Say a local park is popular with cryptids, and can offer room and board for a single cryptid at a time. The park has shared its visitor log with me, and I would like to know how many times Sasquatch has visited the park, where a single visit could be for any number of days.

Here is a visitor log, which currently covers 20 days but can be altered to cover as many as you like:

I would be curious to see alternative solutions, whether they use tidyverse, data.table, or base R functions.
[Edit]: I forgot to mention that I was curious about solutions that don't depend on the value passed to set.seed(). (See below.)]

Here is a solution using tidyverse functions (including lag).

# Find which visits are Sasquatch.
w <- which(visits$visitor == "Sasquatch")
# Isolate those visits and add a flag (1 if a new visit, 0 if a continuation of a visit).
s <- visits[w, ] |> mutate(new_visit = ifelse(lag(day) + 1 < day, 1, 0))
# Fix the NA in the first row (caused by lack of a previous row when lagging).
s[1, "new_visit"] <- 1
# Add the "visit" value and drop the new_visit column (no longer needed).
s <- s |> mutate(visit = cumsum(new_visit)) |> select(-new_visit)
# Make a copy of the full data frame and add the visit column.
visits2 <- visits
visits2$visit <- NA
# Replace the visit values for the Sasquatch visits.
visits2[w, "visit"] <- s$visit
# Confirm the results.
visits2

Here is an attempt at a faithful translation of your solution into pure tidyverse, which is interesting to compare:

visits |>
# Find which visits are Sasquatch
mutate(sasquatch = visitor == "Sasquatch") |>
# Isolate those visits
group_by(sasquatch) |>
# Add a flag (1 if a new visit, 0 if a continuation of a visit).
mutate(new_visit = if_else(lag(day) + 1 < day, 1, 0)) |>
# Fix the NA in the first row (caused by lack of a previous row when lagging).
mutate(new_visit = if_else(day == 1, 1, new_visit)) |>
# Add the "visit" value and drop the new_visit column (no longer needed).
mutate(visit = cumsum(new_visit)) |> select(!new_visit) |>
# Replace the visit values for the Sasquatch visits.
ungroup()

What's nice about your original solution is that you don't have to worry about what to do with the non-Sasquatch rows. In my translation, it happens that lag takes care of them in the end because cumsum transmits the initial NA to the rest of the non-Sasquatch rows, but that's just a lucky accident.

The principal trade-off seems to be the clearer focus on Sasquatch rows in your original solution for not having to make a copy of visits in the translation.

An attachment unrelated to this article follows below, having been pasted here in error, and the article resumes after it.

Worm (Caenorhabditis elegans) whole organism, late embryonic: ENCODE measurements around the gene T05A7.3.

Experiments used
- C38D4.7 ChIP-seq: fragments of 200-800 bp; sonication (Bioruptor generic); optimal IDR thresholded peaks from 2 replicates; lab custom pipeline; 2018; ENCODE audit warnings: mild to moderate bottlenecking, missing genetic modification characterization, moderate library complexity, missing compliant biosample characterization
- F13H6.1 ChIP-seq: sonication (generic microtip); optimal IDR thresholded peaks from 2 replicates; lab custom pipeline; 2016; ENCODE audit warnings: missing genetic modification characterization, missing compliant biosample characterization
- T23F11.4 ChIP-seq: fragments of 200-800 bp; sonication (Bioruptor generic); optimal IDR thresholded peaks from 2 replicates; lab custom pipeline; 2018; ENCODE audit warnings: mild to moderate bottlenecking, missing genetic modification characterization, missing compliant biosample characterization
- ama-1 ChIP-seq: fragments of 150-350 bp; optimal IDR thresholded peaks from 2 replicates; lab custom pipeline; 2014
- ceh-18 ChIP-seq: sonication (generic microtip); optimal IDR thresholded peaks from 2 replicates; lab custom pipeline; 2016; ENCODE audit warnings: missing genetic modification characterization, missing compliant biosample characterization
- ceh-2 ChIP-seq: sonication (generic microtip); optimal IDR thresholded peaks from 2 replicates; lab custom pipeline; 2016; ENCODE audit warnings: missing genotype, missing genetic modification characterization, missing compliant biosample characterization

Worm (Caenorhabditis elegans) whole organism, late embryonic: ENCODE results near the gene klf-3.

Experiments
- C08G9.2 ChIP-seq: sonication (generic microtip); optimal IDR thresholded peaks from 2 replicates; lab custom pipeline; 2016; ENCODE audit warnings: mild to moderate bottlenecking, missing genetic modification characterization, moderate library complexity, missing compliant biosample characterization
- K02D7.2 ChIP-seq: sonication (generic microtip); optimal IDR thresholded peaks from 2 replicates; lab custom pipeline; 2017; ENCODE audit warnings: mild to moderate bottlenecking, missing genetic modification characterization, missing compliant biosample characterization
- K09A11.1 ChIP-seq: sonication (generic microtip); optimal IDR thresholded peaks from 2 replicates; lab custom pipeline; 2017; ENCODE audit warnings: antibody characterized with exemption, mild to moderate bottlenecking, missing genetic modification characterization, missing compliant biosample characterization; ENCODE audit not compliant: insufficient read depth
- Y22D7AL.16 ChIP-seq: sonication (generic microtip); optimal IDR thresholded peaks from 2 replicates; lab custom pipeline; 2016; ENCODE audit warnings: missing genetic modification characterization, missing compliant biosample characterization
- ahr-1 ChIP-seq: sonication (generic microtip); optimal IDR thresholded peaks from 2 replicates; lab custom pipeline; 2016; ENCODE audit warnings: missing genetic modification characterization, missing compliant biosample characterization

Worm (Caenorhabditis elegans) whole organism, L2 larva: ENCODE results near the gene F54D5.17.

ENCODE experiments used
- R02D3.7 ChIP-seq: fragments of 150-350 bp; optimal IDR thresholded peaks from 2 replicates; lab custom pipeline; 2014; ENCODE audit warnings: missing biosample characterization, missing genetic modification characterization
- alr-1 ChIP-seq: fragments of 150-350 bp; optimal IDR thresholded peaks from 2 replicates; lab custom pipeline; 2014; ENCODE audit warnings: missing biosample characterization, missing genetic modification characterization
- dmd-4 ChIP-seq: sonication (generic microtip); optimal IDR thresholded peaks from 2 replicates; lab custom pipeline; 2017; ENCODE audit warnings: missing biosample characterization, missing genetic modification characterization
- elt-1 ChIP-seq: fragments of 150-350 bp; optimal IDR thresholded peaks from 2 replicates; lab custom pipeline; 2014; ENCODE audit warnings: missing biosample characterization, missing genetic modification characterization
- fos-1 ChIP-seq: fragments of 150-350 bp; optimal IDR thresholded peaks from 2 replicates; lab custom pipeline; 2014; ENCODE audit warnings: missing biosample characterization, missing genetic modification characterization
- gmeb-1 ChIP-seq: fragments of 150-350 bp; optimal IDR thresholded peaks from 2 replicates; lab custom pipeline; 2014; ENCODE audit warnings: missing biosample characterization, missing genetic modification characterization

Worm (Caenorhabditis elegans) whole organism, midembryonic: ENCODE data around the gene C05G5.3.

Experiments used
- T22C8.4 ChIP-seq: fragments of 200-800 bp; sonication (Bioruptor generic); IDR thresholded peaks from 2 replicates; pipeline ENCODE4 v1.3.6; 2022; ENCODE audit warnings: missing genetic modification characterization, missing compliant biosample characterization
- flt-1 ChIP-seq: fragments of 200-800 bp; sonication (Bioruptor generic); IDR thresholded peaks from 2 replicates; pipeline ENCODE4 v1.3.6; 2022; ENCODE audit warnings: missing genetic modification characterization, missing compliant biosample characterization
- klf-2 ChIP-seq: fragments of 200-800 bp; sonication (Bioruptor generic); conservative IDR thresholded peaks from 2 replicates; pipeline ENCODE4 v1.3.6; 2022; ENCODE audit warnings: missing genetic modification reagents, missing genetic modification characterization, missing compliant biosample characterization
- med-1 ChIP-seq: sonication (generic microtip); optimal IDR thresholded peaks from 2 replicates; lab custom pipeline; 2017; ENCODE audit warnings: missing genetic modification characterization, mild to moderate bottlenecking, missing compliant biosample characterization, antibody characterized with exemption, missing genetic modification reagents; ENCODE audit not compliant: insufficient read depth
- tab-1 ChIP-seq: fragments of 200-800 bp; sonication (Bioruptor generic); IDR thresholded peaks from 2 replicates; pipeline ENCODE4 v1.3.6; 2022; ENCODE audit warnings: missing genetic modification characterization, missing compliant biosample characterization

The only significant observation I would make is that your solution depends on the argument to set.seed(), which happens to have Sasquatch visit on day 1, but I didn't make that part of the question clear. (I'll make a quick edit to fix that.)

Actually, my solution does not require Sasquatch to show up on day 1. I just tested it on a modified dataframe where he (?) arrives on day 2. I think what might be throwing you off is that the first row of s (which contains only visits by you-know-who) has to be visit #1 for him (?), regardless of what day that is.

Oh, right — you had already subsetted from the larger table — sorry not to have spotted that! I'll modify my translation to capture what you actually wrote.

visits |>
# Find which visits are Sasquatch
mutate(sasquatch = visitor == "Sasquatch") |>
# Isolate those visits
group_by(sasquatch) |>
# Add a flag (1 if a new visit, 0 if a continuation of a visit).
mutate(new_visit = if_else(lag(day) + 1 < day, 1, 0)) |>
# Fix the NA in the first row (caused by lack of a previous row when lagging).
# mutate(new_visit = if_else(day == 1, 1, new_visit)) |> # <-- mistranslation
mutate(
new_visit =
if_else(sasquatch & day == first(day), 1, new_visit) # <-- corrected
) |>
# Add the "visit" value and drop the new_visit column (no longer needed).
mutate(visit = cumsum(new_visit)) |> select(!new_visit) |>
# Replace the visit values for the Sasquatch visits.
ungroup()

This is nice illustration of an operation that doesn't seem to have a succinct translation into tidyverse-only code, as far as I know: changing the values in specific rows of a table by simply supplying a vector of row-indices and a vector of replacement values. A puzzle for a separate topic?

Also, here's an alternative solution that also uses cumsum(), but in a less direct way:

visits |>
# flag Sasquatch days
mutate(sasquatch = visitor == 'Sasquatch') |>
# if we assign a value of 0 to Sasquatch days, and 1 to the rest,
# the cumulative sum will be constant during Sasquatch visits, but
# also different for each visit
mutate(visit = if_else(sasquatch, cumsum(!sasquatch), NA)) |>
# remove 'sasquatch' column since no longer needed
select(!sasquatch) |>
# convert 'visit' to a factor so corresponding ordinal can be extracted
mutate(visit = visit |> factor() |> as.numeric())

This:

visit |> factor() |> as.numeric()

is a bit of a hack, but I'm not sure of a way to convert to ordinal values more cleanly.